Tuesday, November 21, 2006

Vocabulary

As Jada's peers begin to master one-word commands and even string
together simple sentences, she's a little behind, although hot on
their tail. She knows "more" and "done" and "up," which is a far
superior way to communicate at the dinner table than her previous
piercing shrieks and wild waving. She's able to connect people to the
names she's supposed to call them: "Mommy" and "Daddy," of course, but
also "Ama" and "Agong" ("Grandma" and "Granddad" in Taiwanese) and
"Nina" (her best attempt at "Nana") -- with "Granddad" still not quite
in her repertoire. When you ask her what her name is, she'll proudly
say, "Jada," and when you ask her what time it is, she'll look at her
wrist. She'll even bark like a dog and roar like a lion when you ask
her what sounds those two animals make.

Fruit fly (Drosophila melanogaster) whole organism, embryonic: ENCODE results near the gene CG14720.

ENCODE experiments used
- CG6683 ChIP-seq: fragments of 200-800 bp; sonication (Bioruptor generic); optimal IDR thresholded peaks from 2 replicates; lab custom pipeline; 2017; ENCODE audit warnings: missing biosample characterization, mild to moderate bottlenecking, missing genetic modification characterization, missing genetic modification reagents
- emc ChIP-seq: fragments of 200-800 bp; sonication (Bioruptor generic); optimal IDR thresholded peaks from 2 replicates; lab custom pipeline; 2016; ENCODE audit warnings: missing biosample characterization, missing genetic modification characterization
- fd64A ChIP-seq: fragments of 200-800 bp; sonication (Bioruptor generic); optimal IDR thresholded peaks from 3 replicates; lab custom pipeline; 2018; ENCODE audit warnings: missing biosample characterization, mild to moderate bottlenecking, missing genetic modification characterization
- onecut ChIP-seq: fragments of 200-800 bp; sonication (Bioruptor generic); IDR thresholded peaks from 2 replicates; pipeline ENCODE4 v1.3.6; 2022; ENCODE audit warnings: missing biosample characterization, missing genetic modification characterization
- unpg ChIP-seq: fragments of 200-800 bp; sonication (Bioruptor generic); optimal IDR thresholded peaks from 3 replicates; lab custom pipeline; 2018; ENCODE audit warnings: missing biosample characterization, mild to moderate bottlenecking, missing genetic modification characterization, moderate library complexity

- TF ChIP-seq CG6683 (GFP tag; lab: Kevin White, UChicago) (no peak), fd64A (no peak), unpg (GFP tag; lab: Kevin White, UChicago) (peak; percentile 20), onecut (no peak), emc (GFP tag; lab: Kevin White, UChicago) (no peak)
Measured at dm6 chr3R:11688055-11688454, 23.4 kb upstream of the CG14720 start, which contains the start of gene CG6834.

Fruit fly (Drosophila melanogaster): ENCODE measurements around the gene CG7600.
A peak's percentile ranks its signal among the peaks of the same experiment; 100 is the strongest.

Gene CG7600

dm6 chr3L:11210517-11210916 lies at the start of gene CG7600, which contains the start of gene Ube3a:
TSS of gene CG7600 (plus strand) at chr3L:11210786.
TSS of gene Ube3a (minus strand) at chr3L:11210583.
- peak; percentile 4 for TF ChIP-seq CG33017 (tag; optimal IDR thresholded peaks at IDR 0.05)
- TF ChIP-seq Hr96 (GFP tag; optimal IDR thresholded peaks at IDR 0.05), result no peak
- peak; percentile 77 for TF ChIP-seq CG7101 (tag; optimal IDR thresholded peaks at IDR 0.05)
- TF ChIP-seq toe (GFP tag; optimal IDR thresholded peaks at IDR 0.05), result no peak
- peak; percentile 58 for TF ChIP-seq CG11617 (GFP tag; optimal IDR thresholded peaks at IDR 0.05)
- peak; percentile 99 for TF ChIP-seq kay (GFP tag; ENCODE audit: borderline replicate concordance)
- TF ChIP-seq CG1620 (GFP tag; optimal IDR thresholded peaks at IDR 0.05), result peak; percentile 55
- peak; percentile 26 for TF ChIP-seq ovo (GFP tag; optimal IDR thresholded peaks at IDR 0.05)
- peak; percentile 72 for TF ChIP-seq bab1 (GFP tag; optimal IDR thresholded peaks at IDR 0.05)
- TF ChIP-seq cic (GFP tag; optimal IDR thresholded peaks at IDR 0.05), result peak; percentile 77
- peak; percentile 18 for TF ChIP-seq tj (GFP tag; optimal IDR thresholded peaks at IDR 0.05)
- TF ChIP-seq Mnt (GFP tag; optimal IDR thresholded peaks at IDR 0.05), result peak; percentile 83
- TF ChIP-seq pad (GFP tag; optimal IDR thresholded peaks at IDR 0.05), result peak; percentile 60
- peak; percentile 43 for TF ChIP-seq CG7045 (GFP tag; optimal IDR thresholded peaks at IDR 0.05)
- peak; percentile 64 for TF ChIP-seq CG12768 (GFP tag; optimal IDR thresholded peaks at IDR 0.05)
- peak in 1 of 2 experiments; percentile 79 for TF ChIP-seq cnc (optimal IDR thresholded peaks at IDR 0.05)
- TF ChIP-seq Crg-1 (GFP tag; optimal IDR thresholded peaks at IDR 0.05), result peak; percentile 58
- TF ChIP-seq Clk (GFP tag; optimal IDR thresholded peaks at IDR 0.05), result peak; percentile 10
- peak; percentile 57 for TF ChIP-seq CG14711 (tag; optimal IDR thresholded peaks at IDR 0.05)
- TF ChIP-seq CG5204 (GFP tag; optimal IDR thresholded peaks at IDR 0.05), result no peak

Even better, she's picking up some phrases in Taiwanese and Mandarin.
She can say "g'why g'why" (well-behaved) and "gao" (good), and knows
to put things away when I say "shoo shoo" and to sit down when I say
"ching zwhoa."

So, as I've shared in this space before, I'm fine with her not being
as verbal as her peers, since it's to be expected, given her
exclusively Mandarin newborn phase and her somewhat multilingual
environment since then. From a brain development standpoint, zero to
five is the best window not only to learn languages but to gain the
perspective that there are multiple languages, an unfortunately
uncommon perspective in many parts of America.

I won't go so far as to say that that will definitely make Jada more
respectful of and appreciative of other peoples and cultures, but it
certainly will help her in that direction, a not insignificant
positive in a society as racially charged and ethnically mixed as ours
is becoming. In the meantime, we'll just have to gently steer her
away from the piercing shrieks and wild waving if she doesn't know how
to express herself.

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